Jane Fonda Says Her Red Climate Change Protest Coat Is the 'Last Article of Clothing I'll Ever Buy'

The actress and activist is raising awareness about climate change through her wardrobe

Jane Fonda is doubling-down on her commitment to raising awareness about the dangers of climate change.

While protesting on Nov. 1 on Capital Hill, the 81-year-old actress and activist told the crowd that she will no longer buy new clothes.

“You see this coat?” Fonda asked the crowd last Friday, pointing out the red jacket she has been arrested in four times. “I needed something red and I went out and found this coat on sale. This is the last article of clothing that I will ever buy.”

Jane Fonda

As a disclaimer, she goes on to say that it may not be reasonable to say she will never buy clothing again in her life. “I’m going to live to 100, maybe,” she joked in a video of her speech captured by journalist Nicholas Ballasy.

(Later, Fonda told NPR she’s “not buying anymore clothes. Period.”)

The Grace and Frankie star chalked up her movement to reduce waste to Greta Thunberg, the Swedish 16-year-old climate change activist, who recently graced the cover of Time Magazine. “Greta has also made me think a lot about consumerism,” she told the crowd.

Fonda added that she grew up in a time when “consumerism didn’t have such a strangle-hold over” her. She continued: “So when I talk to people and say, ‘We don’t really need to keep shopping. We shouldn’t look to shopping for our identity. We don’t need more stuff,’ I have to walk the talk. So I’m not buying any more clothes.”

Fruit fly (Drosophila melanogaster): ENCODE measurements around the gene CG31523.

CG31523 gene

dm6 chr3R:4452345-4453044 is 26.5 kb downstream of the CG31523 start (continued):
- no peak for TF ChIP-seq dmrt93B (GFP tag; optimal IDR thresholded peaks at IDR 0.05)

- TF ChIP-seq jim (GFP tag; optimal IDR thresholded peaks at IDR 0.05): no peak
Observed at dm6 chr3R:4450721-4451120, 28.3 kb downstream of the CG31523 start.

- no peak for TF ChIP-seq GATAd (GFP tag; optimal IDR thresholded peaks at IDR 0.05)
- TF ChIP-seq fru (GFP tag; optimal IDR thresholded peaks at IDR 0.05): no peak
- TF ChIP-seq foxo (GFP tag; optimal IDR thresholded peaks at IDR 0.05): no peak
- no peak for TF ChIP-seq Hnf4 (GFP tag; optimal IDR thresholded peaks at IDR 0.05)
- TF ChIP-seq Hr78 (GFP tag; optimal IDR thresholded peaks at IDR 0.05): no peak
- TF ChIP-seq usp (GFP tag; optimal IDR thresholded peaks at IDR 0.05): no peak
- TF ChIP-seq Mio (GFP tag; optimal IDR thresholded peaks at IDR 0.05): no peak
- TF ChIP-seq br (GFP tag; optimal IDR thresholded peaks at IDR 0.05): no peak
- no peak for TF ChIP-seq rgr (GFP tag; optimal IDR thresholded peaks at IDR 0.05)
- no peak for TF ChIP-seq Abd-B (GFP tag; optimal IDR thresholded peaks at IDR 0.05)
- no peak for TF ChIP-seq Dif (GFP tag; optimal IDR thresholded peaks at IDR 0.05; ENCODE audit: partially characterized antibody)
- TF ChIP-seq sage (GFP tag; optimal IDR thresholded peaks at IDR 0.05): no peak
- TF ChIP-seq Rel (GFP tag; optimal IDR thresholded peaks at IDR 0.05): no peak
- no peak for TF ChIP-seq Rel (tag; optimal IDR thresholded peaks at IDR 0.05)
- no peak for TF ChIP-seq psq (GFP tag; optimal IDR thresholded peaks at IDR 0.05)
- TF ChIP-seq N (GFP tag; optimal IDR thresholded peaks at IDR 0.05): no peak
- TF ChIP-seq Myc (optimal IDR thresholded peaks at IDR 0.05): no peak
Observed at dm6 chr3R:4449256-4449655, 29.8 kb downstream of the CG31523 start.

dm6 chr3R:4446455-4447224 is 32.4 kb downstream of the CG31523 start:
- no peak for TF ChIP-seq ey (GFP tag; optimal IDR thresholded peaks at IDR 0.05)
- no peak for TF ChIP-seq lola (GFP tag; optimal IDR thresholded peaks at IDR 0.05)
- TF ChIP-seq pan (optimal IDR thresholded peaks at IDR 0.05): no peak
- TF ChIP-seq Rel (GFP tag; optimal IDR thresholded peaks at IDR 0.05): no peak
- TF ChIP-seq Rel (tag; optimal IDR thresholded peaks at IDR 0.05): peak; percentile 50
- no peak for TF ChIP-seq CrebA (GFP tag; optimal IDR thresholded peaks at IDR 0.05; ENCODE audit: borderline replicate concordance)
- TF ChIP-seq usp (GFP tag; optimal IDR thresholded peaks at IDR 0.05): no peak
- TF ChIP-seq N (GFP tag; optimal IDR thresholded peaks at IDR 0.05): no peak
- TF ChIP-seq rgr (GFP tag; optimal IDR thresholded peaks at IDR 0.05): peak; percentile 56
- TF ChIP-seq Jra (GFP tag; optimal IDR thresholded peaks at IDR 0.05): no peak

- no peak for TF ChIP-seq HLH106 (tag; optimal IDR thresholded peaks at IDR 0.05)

She ended her speech by jokingly saying she’ll have “a lot of free time” now that she’s quitting shopping.

Fonda’s now-iconic red coat is the same one she has worn all four times she has been arrested since early October during Fire Drill Fridays, an initiative to raise awareness about climate change.

Actors, Ted Danson, Catherine Keener and Rosanna Arquette have been arrested alongside Fonda within the last month. As of Nov. 1, a representative from the United States Capitol Police told PEOPLE in a statement that 46 individuals were arrested at the protest and charged with Crowding, Obstructing, or Incommoding.

In an interview with The Washington Post, Fonda said, “It’ll be called ‘Fire Drill Friday.’ And we’re going to engage in civil disobedience and we’re going to get arrested every Friday.” And the actress has kept her promise, wearing her long red coat each time. The actress styled her jacket with tinted sunglasses and a taupe fedora.

Fonda’s coat is reminiscent the Speaker of the House, Nancy Pelosi’s, memorable Max Mara coat she wore while visiting the White House last December. Pelosi’s blood-orange boule-shaped coat, which can be traced back to Max Mara’s Fall 2012 collection, gained so much attention, the brand re-issued it for 2019.

Trump Border Wall, Washington, USA - 11 Dec 2018
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In a story by The Hollywood Reporter, stylist Micah Schifman, whose celeb clientele includes Patricia Clarkson, Camila Morrone and Isla Fisher, says Fonda’s choice to wear red “demands attention and is a statement of its own. “Almost in the sense that ‘red’ is a verb or an action word,” he adds.

London-based designer Rene Macdonald of the clothing label Lisou (Charlize Theron and Gwyneth Paltrow are both fans) told the outlet red is a “traffic-stopping color.”

“She’s protesting against something she feels passionate about, and her red coat reaffirms that,” Macdonald said. “She is more visible in red, so no one can miss her presence, and it makes her exude strength and glamour at the same time. Her coat says, ‘Don’t mess with me,’ and it also warns that she won’t tolerate being silenced for a cause that she believes in.”

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